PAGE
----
It’s the only way to know what you’re giving away.

When you buy a new phone or install a new app, reading the boring (and often difficult to comprehend) privacy policies and terms of use are the last thing you want to do. But it’s also the most important part of the process.

We were having a discussion about visual voicemail in the Android Central Slack channel recently. With Marshmallow, Google introduced a visual voicemail framework for the dialer that anyone can use once a way for the mobile operator to tap into it is coded. The question was, “Why aren’t carriers using it through the dialer instead of bundling their own voicemail client?” While we don’t know the full answer, there was one really good reason put forth — because they want to be able to use their own terms when it comes to how your personal data is handled. Using Google solution and Google software would put much of the data collected under Google’s privacy policy, not the carriers.

Several companies have access to your data and each handles it differently.

A lot of different companies have access to your personal information, and they each have their own terms of service and privacy policies. Google has its blanket privacy policy that covers all of its applications, whether they came with your phone or you downloaded them from Google Play. Let’s be clear — it’s invasive. Google keeps track of where you are, what you’re looking at, what you’re searching for and anything else they can every time you use your phone. But it makes things clear that it does not sell or share any of your information and it guarantees to keep the data secure and anonymous.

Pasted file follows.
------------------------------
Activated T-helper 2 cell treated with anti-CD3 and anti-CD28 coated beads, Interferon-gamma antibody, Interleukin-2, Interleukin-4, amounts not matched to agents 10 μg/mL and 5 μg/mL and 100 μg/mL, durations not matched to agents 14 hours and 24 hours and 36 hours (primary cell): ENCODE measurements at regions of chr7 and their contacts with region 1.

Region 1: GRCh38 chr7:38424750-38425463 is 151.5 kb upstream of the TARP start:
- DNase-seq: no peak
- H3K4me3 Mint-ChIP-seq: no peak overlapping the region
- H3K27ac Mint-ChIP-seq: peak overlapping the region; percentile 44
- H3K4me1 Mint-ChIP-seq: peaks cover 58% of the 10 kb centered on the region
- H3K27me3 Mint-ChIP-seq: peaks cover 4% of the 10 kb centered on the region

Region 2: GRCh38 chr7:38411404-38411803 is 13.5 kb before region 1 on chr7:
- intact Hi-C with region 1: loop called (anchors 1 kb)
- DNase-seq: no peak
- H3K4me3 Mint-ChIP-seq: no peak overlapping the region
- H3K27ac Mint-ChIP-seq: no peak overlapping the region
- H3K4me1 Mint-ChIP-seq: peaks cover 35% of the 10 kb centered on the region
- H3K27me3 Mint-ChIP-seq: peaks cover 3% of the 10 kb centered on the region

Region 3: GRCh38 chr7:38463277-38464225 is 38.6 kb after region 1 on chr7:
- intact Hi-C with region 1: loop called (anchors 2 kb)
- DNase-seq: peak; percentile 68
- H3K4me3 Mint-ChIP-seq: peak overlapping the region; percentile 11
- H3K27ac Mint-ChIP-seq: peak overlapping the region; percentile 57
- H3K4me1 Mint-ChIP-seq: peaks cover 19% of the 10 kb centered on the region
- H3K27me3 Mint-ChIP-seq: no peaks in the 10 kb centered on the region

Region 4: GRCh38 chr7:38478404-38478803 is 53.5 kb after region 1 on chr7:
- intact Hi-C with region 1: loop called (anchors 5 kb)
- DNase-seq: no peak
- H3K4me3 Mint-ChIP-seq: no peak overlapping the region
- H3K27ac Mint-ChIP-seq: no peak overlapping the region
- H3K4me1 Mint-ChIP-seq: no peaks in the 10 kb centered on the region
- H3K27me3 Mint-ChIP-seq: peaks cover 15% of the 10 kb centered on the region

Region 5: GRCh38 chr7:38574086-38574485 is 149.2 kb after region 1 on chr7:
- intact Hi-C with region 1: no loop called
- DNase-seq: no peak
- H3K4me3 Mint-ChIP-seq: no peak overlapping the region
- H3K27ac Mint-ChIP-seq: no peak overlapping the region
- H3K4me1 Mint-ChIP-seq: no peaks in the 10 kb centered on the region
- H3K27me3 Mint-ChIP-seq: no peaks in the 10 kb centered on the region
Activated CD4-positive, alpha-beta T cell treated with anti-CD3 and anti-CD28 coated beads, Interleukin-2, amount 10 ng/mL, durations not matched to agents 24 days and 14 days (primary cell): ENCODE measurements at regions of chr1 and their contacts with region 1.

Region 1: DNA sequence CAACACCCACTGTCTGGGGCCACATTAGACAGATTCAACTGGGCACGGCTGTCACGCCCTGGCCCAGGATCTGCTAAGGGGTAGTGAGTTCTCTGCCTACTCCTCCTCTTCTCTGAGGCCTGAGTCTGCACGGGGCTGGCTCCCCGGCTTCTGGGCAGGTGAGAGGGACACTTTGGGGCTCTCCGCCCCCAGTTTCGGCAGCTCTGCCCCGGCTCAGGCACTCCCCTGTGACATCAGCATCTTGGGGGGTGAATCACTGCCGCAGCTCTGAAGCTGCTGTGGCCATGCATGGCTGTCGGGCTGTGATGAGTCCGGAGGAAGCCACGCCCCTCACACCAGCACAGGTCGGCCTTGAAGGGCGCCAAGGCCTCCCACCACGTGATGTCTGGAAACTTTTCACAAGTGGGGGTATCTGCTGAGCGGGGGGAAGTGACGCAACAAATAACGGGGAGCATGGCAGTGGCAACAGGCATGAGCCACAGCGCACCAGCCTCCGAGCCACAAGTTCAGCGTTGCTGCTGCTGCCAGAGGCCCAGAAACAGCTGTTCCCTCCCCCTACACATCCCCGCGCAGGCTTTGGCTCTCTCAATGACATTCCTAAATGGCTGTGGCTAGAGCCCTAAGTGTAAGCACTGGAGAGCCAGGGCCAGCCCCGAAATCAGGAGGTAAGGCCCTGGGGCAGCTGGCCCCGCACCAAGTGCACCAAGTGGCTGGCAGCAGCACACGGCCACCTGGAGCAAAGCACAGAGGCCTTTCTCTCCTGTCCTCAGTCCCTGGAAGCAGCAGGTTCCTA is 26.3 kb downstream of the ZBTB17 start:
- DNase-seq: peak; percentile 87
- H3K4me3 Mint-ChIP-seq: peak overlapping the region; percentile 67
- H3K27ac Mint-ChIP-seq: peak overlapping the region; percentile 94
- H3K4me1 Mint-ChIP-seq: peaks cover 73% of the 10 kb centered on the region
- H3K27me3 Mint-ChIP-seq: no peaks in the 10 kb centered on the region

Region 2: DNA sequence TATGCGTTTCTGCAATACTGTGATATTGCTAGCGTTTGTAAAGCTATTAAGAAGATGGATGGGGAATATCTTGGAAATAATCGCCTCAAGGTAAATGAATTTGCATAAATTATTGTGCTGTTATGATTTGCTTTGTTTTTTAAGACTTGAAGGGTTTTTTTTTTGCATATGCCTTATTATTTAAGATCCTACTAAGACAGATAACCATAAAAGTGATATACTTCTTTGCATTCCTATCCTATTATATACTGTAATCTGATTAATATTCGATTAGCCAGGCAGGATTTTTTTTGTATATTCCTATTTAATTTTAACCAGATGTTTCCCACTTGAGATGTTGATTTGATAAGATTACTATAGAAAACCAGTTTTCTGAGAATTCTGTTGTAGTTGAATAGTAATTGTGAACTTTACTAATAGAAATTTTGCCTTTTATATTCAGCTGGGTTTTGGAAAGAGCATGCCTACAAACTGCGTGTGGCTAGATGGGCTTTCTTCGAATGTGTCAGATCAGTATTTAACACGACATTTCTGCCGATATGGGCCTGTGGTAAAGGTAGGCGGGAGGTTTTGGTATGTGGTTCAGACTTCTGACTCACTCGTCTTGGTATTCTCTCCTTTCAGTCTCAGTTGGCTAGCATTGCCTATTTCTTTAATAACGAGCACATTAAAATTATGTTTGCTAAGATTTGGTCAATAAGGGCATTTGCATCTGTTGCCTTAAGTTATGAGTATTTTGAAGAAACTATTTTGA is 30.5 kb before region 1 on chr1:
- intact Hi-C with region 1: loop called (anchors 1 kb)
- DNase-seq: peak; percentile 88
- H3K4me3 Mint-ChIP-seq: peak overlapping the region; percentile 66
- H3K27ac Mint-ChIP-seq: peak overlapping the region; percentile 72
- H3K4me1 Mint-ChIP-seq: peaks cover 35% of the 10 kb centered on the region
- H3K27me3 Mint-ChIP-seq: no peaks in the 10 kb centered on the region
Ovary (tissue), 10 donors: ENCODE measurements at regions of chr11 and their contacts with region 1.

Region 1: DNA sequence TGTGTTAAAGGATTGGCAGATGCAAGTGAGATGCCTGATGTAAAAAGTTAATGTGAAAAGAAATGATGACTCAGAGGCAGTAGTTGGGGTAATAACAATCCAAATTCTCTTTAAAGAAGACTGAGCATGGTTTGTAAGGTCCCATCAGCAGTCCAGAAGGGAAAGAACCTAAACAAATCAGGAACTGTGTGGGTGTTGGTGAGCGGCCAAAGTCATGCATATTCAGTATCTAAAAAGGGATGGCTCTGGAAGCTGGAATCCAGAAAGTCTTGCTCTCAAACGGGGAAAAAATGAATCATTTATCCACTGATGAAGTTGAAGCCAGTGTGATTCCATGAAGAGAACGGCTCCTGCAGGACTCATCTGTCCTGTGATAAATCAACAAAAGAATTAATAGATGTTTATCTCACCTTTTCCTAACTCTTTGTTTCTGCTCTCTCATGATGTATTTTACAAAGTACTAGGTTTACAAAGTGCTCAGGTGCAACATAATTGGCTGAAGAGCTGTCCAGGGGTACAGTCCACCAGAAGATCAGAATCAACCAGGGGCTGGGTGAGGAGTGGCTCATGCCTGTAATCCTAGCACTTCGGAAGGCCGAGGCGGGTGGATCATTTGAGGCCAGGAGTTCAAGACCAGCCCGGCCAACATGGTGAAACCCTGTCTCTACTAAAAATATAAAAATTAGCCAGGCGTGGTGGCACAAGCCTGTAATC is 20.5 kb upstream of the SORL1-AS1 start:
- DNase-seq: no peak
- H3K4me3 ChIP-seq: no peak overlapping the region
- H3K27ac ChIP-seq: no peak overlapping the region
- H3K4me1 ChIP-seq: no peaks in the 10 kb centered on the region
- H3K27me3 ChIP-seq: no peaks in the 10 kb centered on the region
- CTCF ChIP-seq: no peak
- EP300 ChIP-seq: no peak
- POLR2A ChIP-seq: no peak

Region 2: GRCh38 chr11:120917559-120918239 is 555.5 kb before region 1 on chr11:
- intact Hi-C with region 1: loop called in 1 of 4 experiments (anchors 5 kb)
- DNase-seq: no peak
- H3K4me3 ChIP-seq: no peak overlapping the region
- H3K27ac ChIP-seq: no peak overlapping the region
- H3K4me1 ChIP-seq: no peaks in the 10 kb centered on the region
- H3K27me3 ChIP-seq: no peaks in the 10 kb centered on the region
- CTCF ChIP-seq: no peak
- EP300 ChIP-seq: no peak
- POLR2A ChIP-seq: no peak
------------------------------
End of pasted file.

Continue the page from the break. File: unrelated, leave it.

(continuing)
The company that built your phone also has its own privacy policy or policies. These cover the software that came on your phone as well as other code that might be pushed or downloaded from a brand-specific app store (like Samsung’s Galaxy Apps store). These policies vary, but most clearly state that you agree it can collect as much data as possible for things like product research and customer profiling. There are also very specific mentions of how and why your data may be sold or shared.

If your phone comes from a carrier, which is how most of us in North America buy our phones, it too has a separate privacy policy for applications and the data collected. This is separate from government regulations about usage data while you are using the network, which now often says any service provider can collect and sell any data it likes while you are using its network services. Again, the way your data is protected, shared or sold will be covered in these policy agreements. This is especially important when dealing with pre-installed apps that may have full system-level permissions to collect and read all of your information.

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